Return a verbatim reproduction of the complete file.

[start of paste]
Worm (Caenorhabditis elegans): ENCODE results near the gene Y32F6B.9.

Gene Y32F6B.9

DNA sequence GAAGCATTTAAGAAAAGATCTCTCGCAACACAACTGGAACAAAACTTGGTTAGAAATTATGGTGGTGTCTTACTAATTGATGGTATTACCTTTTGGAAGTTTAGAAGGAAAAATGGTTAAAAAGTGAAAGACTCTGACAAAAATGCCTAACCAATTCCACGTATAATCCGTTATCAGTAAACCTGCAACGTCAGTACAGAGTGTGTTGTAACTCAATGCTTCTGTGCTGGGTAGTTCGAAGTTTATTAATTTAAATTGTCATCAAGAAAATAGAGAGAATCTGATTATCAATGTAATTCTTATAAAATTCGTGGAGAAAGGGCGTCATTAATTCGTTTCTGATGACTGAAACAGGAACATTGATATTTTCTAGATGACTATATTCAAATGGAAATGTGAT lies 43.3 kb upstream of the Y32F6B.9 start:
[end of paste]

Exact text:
Worm (Caenorhabditis elegans): ENCODE results near the gene Y32F6B.9.

Gene Y32F6B.9

DNA sequence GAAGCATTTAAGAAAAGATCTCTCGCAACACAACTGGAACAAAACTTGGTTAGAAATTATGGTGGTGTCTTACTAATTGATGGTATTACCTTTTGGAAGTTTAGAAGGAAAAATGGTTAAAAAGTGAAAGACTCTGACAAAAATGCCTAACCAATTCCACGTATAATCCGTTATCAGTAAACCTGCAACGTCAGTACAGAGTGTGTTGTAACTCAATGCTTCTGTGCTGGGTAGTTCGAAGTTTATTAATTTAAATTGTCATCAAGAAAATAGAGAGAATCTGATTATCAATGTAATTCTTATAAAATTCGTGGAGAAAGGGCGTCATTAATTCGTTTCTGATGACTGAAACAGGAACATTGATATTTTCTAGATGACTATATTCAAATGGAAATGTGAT lies 43.3 kb upstream of the Y32F6B.9 start: